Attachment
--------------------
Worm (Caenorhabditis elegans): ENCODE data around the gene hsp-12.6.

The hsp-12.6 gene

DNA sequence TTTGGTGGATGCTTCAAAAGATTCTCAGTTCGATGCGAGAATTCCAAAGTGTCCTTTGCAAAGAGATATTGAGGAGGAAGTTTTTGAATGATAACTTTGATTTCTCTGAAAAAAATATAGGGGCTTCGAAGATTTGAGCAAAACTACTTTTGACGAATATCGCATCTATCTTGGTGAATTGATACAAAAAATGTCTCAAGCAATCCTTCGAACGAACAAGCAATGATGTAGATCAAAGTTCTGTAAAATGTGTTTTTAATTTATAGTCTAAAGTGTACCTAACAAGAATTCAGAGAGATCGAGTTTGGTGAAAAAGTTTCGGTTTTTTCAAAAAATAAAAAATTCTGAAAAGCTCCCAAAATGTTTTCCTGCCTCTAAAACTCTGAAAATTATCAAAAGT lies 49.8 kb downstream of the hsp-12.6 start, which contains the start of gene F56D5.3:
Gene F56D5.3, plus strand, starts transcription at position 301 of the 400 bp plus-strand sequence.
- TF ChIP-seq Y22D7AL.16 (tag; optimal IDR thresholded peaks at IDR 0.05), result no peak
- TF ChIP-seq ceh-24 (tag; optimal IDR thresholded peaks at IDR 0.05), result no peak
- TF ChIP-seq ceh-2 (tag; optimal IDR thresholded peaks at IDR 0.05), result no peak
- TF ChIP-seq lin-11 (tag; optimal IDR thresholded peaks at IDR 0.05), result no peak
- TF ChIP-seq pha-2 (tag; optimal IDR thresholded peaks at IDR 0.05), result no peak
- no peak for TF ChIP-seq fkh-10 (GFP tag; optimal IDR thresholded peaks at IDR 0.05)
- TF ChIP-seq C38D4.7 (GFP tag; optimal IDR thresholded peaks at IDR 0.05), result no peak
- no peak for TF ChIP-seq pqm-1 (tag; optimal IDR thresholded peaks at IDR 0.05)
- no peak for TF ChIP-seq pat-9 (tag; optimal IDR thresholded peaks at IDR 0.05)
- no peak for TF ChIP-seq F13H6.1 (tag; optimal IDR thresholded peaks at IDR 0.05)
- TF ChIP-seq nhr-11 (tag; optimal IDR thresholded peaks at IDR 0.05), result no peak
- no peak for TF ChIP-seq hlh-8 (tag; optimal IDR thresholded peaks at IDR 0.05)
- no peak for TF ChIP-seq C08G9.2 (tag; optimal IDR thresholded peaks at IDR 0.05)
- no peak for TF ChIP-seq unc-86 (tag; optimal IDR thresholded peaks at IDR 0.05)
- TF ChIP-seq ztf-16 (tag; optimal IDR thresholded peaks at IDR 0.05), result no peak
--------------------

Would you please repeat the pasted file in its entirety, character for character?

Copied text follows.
Worm (Caenorhabditis elegans): ENCODE data around the gene hsp-12.6.

The hsp-12.6 gene

DNA sequence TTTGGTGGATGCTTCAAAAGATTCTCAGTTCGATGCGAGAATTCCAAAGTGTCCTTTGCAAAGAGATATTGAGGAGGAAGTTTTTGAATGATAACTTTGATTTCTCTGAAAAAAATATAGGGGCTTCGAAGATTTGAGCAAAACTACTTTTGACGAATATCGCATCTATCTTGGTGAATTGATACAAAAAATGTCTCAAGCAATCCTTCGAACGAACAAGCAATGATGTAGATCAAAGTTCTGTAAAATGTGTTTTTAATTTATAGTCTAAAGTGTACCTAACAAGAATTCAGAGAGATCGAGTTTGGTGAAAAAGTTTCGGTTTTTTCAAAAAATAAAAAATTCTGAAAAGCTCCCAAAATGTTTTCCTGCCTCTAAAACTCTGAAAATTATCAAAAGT lies 49.8 kb downstream of the hsp-12.6 start, which contains the start of gene F56D5.3:
Gene F56D5.3, plus strand, starts transcription at position 301 of the 400 bp plus-strand sequence.
- TF ChIP-seq Y22D7AL.16 (tag; optimal IDR thresholded peaks at IDR 0.05), result no peak
- TF ChIP-seq ceh-24 (tag; optimal IDR thresholded peaks at IDR 0.05), result no peak
- TF ChIP-seq ceh-2 (tag; optimal IDR thresholded peaks at IDR 0.05), result no peak
- TF ChIP-seq lin-11 (tag; optimal IDR thresholded peaks at IDR 0.05), result no peak
- TF ChIP-seq pha-2 (tag; optimal IDR thresholded peaks at IDR 0.05), result no peak
- no peak for TF ChIP-seq fkh-10 (GFP tag; optimal IDR thresholded peaks at IDR 0.05)
- TF ChIP-seq C38D4.7 (GFP tag; optimal IDR thresholded peaks at IDR 0.05), result no peak
- no peak for TF ChIP-seq pqm-1 (tag; optimal IDR thresholded peaks at IDR 0.05)
- no peak for TF ChIP-seq pat-9 (tag; optimal IDR thresholded peaks at IDR 0.05)
- no peak for TF ChIP-seq F13H6.1 (tag; optimal IDR thresholded peaks at IDR 0.05)
- TF ChIP-seq nhr-11 (tag; optimal IDR thresholded peaks at IDR 0.05), result no peak
- no peak for TF ChIP-seq hlh-8 (tag; optimal IDR thresholded peaks at IDR 0.05)
- no peak for TF ChIP-seq C08G9.2 (tag; optimal IDR thresholded peaks at IDR 0.05)
- no peak for TF ChIP-seq unc-86 (tag; optimal IDR thresholded peaks at IDR 0.05)
- TF ChIP-seq ztf-16 (tag; optimal IDR thresholded peaks at IDR 0.05), result no peak